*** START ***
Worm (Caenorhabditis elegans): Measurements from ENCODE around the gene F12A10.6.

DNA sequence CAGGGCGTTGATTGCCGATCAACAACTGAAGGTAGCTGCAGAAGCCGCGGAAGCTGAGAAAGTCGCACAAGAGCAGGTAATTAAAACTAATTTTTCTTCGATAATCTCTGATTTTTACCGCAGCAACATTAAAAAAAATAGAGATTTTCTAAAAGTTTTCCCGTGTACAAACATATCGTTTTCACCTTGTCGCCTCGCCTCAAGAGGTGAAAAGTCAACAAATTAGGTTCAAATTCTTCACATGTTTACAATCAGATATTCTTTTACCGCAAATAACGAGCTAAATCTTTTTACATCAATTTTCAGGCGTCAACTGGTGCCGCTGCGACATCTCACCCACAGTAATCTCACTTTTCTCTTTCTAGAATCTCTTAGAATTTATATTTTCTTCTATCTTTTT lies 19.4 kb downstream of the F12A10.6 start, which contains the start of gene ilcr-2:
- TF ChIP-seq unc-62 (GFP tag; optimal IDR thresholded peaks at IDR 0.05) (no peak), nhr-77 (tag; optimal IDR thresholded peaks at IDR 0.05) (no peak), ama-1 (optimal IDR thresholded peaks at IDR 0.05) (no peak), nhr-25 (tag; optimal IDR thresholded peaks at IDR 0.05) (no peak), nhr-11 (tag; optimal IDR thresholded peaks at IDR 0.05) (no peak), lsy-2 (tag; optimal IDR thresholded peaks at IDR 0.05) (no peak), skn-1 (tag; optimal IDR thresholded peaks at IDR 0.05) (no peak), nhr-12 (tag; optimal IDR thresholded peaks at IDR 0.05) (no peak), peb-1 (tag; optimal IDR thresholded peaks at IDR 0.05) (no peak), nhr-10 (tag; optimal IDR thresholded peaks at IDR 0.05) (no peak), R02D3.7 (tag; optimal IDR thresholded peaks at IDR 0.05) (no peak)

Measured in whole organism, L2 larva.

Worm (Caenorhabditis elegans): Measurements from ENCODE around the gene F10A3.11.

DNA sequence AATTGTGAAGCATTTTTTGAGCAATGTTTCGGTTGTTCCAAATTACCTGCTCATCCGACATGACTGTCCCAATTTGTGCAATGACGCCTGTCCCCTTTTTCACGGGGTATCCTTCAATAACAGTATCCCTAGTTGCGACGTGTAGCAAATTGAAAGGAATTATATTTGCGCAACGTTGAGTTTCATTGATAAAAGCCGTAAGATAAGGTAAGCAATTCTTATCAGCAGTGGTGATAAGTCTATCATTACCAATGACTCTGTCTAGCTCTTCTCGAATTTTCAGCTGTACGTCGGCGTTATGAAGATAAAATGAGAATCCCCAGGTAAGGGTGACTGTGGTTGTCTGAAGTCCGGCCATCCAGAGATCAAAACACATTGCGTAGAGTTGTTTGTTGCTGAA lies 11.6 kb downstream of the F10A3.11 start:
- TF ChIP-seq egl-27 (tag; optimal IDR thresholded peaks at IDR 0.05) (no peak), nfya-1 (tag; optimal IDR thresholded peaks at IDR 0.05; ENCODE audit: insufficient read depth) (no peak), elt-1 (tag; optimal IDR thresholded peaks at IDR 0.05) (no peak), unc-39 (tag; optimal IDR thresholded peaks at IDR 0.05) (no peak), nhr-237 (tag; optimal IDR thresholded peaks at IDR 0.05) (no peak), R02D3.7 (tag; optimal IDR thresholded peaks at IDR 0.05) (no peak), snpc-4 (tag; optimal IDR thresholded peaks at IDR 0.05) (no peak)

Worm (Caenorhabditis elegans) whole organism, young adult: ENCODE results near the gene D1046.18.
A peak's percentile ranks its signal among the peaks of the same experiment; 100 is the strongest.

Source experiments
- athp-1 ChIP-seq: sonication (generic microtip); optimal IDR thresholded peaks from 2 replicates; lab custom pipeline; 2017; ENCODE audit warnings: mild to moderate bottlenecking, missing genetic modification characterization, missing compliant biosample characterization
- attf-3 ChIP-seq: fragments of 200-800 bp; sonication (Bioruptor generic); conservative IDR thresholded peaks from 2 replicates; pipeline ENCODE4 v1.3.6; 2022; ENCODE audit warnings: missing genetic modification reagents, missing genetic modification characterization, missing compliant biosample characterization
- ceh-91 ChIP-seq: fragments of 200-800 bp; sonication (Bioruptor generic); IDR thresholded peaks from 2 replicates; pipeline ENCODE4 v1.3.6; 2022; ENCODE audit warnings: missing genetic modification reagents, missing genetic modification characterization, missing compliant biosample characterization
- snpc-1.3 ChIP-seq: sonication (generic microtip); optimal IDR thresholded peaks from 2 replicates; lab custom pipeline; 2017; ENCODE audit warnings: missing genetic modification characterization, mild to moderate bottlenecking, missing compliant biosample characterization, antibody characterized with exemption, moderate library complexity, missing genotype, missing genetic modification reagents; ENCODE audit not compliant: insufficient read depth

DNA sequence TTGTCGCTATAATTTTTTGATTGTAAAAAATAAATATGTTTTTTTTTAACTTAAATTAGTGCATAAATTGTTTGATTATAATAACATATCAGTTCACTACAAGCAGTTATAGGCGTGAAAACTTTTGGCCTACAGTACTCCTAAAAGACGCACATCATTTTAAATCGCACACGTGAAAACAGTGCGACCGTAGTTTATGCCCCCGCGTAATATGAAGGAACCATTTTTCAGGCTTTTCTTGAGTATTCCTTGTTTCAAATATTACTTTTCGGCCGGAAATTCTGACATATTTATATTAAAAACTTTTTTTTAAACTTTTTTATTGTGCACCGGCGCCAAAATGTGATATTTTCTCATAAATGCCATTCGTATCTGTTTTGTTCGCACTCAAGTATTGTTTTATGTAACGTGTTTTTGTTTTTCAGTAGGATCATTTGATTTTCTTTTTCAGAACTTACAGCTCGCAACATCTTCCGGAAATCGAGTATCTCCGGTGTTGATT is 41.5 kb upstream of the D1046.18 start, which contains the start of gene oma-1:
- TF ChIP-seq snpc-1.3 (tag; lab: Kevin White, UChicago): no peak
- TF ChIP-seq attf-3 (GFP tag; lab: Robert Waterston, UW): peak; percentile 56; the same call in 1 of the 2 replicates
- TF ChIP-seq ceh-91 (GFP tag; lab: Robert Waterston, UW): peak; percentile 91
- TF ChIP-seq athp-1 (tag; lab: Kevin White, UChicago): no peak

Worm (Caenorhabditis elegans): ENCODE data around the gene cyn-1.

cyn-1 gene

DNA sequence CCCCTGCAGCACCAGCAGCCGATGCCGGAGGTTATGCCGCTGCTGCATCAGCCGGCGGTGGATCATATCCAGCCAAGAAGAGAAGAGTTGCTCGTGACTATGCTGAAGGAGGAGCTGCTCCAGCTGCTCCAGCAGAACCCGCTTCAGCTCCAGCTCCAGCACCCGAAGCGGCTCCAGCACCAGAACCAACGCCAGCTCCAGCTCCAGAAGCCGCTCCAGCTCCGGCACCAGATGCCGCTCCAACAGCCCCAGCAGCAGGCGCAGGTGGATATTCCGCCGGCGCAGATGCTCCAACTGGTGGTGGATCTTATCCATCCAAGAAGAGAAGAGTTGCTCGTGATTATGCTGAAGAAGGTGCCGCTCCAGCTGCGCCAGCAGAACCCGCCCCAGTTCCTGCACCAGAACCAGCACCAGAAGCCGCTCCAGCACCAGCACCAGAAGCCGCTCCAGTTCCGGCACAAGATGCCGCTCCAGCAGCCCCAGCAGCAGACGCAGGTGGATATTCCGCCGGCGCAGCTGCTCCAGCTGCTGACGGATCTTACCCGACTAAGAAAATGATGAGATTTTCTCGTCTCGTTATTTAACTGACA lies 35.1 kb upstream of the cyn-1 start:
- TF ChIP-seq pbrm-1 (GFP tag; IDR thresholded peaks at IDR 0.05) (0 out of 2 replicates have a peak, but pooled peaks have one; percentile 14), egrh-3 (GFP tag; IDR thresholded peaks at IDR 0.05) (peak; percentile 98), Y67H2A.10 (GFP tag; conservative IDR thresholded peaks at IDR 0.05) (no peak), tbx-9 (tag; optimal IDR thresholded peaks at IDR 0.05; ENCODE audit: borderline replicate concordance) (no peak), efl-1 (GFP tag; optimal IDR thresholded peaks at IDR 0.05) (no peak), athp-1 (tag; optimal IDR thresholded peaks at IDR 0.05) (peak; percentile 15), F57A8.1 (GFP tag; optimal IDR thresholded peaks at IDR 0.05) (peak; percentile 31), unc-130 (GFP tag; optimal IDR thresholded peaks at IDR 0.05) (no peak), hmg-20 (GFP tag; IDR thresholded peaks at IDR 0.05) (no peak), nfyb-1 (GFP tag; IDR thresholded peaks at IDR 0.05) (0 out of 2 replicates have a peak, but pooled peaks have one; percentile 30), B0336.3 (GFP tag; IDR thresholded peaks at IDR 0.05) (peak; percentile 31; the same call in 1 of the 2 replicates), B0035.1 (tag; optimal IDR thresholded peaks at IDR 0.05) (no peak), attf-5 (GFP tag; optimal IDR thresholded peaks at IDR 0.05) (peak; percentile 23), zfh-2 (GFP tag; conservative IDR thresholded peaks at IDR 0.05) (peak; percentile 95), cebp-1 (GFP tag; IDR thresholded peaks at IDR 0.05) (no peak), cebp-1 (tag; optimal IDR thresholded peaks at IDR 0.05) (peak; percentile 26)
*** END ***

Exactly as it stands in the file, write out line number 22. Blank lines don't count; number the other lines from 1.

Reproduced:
DNA sequence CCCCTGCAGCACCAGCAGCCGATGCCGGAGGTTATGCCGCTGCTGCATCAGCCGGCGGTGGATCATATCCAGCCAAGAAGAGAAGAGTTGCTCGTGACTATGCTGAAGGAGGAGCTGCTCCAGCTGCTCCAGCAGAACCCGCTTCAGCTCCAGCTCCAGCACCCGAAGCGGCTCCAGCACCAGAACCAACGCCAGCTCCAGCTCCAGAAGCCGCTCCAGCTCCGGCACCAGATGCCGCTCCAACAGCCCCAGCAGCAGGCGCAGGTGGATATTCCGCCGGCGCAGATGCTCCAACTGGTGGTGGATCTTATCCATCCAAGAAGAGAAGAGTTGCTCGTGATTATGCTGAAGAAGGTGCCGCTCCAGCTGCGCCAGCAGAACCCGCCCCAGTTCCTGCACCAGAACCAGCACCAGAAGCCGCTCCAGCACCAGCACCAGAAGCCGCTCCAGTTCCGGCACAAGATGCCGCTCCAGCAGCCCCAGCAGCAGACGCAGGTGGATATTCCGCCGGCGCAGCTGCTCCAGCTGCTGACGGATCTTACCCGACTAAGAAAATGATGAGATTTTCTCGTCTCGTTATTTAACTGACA lies 35.1 kb upstream of the cyn-1 start: